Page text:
Brian Brammer

Year-End Tax Planning in the TCJA Era

Year-End Tax Planning in the TCJA Era

by | Dec 16, 2019 | Articles, blog, Business, Finance, Latest News, Newsletter Article

2 minute read
The sweeping piece of legislation known as the Tax Cuts and Jobs Act (TCJA) provided a steep learning curve last year, and while it still remains complicated, having some experience under our belts has us better prepared to tackle taxes in the TCJA era. Below is a general overview of things to keep in mind as you complete your business’s year-end tax planning.

Travel Expenses

The IRS recently cleared up some confusion in this area, stating that food and beverage costs are deductible by 50% in certain circumstances, but those costs must be stated separately from entertainment on invoices or receipts.

Business Repairs

Because the deductions to minor repairs can offset taxable business income, think about completing these repairs by the end of the year. Be aware, though, that the costs of improvements to business property must be written off over time. Unsure whether your particular project falls under minor repair or property improvement? The IRS recently released regulations that define the distinctions between the two.

Depreciation-related Deductions

The TCJA boosted the deduction limit of fixed assets to $1.02 million with a phase-out threshold of $2.55 million for 2019. It also increased bonus depreciation to 100% for property placed in service after September 27, 2017 and before January 1, 2023. What does this mean for you? If your business obtains a fixed asset or property that’s placed in service within the current year, you can typically write off the cost in 2019. A fixed asset, whether bought new or used, is one that you don’t plan on selling anytime soon and will be used to garner long-term income.

Estimated Tax Payments

A corporation that foresees a small net operating loss for 2019 but a substantial net income in 2020 might want to accelerate just enough of its 2020 income to establish a small amount of net income for 2019. Likewise, deferring just enough of the corporation’s 2019 deductions could achieve the same result. This move would allow the corporation to base its 2020 estimated tax installments on the comparably small amount of income evident on its 2019 return as opposed to its much larger 2020 taxable income.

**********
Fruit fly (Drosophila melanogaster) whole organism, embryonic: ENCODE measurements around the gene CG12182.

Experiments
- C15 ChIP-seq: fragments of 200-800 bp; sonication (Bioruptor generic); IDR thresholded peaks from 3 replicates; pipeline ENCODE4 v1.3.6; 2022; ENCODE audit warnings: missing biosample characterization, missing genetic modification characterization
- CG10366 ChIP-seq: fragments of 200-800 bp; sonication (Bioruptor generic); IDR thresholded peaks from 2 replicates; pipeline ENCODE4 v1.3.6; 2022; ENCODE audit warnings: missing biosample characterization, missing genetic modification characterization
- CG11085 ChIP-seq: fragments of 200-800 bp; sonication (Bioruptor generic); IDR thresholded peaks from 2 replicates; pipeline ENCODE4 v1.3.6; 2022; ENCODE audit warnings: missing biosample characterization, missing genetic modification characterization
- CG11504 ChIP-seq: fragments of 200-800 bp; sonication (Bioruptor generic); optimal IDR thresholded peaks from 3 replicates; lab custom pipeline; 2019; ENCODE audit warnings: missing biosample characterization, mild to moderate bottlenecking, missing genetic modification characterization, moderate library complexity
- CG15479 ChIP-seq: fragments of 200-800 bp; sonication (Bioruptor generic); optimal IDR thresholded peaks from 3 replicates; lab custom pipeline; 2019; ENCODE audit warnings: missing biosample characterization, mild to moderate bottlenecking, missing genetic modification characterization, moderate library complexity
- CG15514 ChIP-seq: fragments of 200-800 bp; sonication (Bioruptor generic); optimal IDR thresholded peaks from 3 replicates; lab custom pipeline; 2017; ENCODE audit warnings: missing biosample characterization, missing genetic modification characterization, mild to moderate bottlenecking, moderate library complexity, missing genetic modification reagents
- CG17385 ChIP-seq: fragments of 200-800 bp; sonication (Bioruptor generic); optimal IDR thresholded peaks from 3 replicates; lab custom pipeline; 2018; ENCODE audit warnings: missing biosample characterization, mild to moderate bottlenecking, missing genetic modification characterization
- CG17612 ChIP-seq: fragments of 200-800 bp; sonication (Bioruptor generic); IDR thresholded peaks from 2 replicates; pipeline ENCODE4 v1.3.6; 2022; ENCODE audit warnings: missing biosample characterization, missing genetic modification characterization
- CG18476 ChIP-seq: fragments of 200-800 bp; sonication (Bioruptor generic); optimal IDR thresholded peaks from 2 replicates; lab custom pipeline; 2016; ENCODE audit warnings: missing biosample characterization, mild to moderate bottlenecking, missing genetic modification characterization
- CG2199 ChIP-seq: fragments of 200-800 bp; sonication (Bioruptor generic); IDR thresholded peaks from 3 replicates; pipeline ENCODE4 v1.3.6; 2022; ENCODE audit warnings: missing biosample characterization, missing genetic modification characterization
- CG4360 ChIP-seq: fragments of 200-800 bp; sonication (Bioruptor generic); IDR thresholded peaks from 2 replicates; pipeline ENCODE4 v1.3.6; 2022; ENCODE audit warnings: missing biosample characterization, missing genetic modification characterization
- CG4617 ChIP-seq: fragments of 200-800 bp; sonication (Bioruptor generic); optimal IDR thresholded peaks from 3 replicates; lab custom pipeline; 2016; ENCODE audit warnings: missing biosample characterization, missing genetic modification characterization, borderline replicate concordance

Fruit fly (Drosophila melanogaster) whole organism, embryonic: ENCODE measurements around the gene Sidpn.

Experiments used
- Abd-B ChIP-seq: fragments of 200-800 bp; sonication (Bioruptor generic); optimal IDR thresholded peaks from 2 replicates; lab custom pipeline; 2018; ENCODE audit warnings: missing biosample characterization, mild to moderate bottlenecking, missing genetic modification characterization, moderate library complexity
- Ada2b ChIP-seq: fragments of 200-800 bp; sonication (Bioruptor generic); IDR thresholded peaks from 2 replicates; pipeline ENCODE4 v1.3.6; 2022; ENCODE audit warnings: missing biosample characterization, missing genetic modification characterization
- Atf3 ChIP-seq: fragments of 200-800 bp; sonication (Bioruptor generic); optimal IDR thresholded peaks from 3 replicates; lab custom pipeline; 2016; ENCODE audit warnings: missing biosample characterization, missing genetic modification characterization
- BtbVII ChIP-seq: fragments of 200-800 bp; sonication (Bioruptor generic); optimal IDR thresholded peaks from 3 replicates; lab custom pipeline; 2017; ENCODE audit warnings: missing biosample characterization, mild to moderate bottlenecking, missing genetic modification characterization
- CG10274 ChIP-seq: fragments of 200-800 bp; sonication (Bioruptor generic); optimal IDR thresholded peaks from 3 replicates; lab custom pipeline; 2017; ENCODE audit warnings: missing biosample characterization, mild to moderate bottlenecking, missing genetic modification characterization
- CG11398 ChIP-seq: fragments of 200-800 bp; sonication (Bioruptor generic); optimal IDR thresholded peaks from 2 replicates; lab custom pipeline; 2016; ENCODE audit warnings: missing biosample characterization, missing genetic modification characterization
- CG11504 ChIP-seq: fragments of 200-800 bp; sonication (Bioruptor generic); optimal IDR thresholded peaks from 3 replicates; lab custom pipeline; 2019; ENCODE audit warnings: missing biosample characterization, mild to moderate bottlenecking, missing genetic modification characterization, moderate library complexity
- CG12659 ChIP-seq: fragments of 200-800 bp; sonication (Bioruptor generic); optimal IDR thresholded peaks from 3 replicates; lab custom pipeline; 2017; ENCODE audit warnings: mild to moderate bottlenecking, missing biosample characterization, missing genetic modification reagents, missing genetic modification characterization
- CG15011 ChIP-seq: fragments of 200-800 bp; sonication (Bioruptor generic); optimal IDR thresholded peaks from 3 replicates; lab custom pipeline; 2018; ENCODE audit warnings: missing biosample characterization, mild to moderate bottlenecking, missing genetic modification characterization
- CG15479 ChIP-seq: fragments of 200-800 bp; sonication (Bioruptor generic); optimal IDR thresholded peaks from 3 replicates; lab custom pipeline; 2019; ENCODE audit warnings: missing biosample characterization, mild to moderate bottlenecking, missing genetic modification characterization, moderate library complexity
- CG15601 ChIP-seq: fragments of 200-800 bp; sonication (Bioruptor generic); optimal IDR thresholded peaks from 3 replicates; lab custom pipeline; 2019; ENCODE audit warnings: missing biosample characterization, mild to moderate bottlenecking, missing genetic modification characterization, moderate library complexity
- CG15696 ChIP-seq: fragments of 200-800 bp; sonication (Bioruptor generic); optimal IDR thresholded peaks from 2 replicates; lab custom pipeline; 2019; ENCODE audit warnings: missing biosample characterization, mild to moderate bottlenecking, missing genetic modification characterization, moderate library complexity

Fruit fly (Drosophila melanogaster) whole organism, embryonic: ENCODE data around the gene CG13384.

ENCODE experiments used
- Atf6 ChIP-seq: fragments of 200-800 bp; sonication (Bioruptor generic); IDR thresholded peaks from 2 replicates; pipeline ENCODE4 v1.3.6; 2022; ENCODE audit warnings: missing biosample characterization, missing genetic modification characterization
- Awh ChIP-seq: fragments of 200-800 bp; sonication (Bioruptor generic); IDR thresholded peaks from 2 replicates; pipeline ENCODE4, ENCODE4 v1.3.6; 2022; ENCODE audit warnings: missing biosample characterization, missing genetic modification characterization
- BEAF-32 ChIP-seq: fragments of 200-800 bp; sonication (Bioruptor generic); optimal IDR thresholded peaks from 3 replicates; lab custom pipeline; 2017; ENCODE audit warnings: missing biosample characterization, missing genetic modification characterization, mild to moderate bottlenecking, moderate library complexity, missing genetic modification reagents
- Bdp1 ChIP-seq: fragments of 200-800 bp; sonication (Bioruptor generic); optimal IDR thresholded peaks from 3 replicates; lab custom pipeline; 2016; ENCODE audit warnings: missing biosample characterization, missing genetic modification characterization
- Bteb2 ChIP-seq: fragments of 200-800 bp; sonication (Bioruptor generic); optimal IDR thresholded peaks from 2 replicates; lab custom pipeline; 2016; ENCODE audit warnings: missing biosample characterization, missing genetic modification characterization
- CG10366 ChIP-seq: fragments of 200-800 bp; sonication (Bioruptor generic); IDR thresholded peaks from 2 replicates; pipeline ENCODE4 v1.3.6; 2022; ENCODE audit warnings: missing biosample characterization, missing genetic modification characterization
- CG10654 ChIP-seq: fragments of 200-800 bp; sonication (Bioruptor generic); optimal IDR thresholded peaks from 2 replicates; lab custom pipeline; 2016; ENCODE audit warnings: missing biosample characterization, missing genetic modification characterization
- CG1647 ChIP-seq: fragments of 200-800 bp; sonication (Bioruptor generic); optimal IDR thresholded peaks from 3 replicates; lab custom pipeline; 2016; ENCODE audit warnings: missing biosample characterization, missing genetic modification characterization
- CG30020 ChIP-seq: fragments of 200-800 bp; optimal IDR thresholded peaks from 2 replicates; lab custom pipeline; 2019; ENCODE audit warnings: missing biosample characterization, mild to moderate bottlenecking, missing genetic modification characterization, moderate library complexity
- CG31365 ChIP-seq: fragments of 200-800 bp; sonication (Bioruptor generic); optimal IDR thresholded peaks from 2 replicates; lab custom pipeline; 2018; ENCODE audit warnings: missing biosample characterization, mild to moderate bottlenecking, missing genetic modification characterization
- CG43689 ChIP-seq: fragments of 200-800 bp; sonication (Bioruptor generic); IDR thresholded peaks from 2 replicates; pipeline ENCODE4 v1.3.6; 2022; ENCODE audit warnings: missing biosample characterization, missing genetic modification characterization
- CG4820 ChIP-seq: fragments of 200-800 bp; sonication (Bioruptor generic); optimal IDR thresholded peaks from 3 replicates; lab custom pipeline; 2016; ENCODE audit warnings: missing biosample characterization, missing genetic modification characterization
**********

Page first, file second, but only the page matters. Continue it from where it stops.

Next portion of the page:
Since the TCJA went into effect, business owners of pass-through entities such as LLCs, partnerships, and S corporations are permitted to deduct up to 20% of their qualified business income (QBI) through tax year 2025. The QBI deduction is reduced for some taxpayers based on the amount of their income. If this is reflective of your situation, you can either accelerate or defer income at the end of the year, depending on the figures. If you want to reduce your taxable income so it falls under the $157,500 threshold ($315,000 for married filing jointly), you can make contributions to retirement plans or health savings accounts, or even through charitable contributions. For business owners whose field is in a specified service, including most personal-service providers, you’re typically not eligible for the deduction if your taxable income is above a certain threshold.

About the Author

Brian Brammer, CPA and partner of Brammer & Yeend Professional Corporation, has been in public accounting since 1989 after graduating from Ball State University with a Bachelor of Science degree in accounting. Brian provides services to small businesses and individual clients in tax, accounting, business development, forecasts and financial analysis.

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